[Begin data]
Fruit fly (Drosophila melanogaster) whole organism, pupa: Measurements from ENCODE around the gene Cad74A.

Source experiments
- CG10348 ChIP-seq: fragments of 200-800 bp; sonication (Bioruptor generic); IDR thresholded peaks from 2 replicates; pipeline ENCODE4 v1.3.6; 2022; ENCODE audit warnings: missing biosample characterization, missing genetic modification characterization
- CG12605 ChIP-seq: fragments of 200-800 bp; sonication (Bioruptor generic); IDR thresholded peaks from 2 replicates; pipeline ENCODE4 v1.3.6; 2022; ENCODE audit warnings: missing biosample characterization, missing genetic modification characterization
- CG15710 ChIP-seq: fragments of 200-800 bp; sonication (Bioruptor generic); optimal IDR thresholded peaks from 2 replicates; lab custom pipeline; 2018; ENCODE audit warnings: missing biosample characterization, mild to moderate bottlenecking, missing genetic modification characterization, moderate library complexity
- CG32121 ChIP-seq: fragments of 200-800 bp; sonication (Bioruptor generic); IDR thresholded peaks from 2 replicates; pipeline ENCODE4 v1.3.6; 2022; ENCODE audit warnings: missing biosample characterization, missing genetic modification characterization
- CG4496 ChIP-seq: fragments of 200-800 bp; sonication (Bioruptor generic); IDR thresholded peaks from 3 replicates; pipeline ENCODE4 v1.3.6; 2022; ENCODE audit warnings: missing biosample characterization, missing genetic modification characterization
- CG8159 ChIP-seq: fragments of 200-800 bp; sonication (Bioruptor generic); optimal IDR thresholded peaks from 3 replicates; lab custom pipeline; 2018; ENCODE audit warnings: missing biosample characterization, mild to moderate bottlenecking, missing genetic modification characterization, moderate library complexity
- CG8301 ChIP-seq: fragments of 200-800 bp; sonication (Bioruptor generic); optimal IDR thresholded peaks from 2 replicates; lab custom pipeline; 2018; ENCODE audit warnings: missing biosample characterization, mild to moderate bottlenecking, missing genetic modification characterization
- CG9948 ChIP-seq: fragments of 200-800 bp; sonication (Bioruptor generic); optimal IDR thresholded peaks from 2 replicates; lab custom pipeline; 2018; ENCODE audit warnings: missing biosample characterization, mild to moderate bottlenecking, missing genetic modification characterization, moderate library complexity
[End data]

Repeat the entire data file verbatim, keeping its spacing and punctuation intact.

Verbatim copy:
Fruit fly (Drosophila melanogaster) whole organism, pupa: Measurements from ENCODE around the gene Cad74A.

Source experiments
- CG10348 ChIP-seq: fragments of 200-800 bp; sonication (Bioruptor generic); IDR thresholded peaks from 2 replicates; pipeline ENCODE4 v1.3.6; 2022; ENCODE audit warnings: missing biosample characterization, missing genetic modification characterization
- CG12605 ChIP-seq: fragments of 200-800 bp; sonication (Bioruptor generic); IDR thresholded peaks from 2 replicates; pipeline ENCODE4 v1.3.6; 2022; ENCODE audit warnings: missing biosample characterization, missing genetic modification characterization
- CG15710 ChIP-seq: fragments of 200-800 bp; sonication (Bioruptor generic); optimal IDR thresholded peaks from 2 replicates; lab custom pipeline; 2018; ENCODE audit warnings: missing biosample characterization, mild to moderate bottlenecking, missing genetic modification characterization, moderate library complexity
- CG32121 ChIP-seq: fragments of 200-800 bp; sonication (Bioruptor generic); IDR thresholded peaks from 2 replicates; pipeline ENCODE4 v1.3.6; 2022; ENCODE audit warnings: missing biosample characterization, missing genetic modification characterization
- CG4496 ChIP-seq: fragments of 200-800 bp; sonication (Bioruptor generic); IDR thresholded peaks from 3 replicates; pipeline ENCODE4 v1.3.6; 2022; ENCODE audit warnings: missing biosample characterization, missing genetic modification characterization
- CG8159 ChIP-seq: fragments of 200-800 bp; sonication (Bioruptor generic); optimal IDR thresholded peaks from 3 replicates; lab custom pipeline; 2018; ENCODE audit warnings: missing biosample characterization, mild to moderate bottlenecking, missing genetic modification characterization, moderate library complexity
- CG8301 ChIP-seq: fragments of 200-800 bp; sonication (Bioruptor generic); optimal IDR thresholded peaks from 2 replicates; lab custom pipeline; 2018; ENCODE audit warnings: missing biosample characterization, mild to moderate bottlenecking, missing genetic modification characterization
- CG9948 ChIP-seq: fragments of 200-800 bp; sonication (Bioruptor generic); optimal IDR thresholded peaks from 2 replicates; lab custom pipeline; 2018; ENCODE audit warnings: missing biosample characterization, mild to moderate bottlenecking, missing genetic modification characterization, moderate library complexity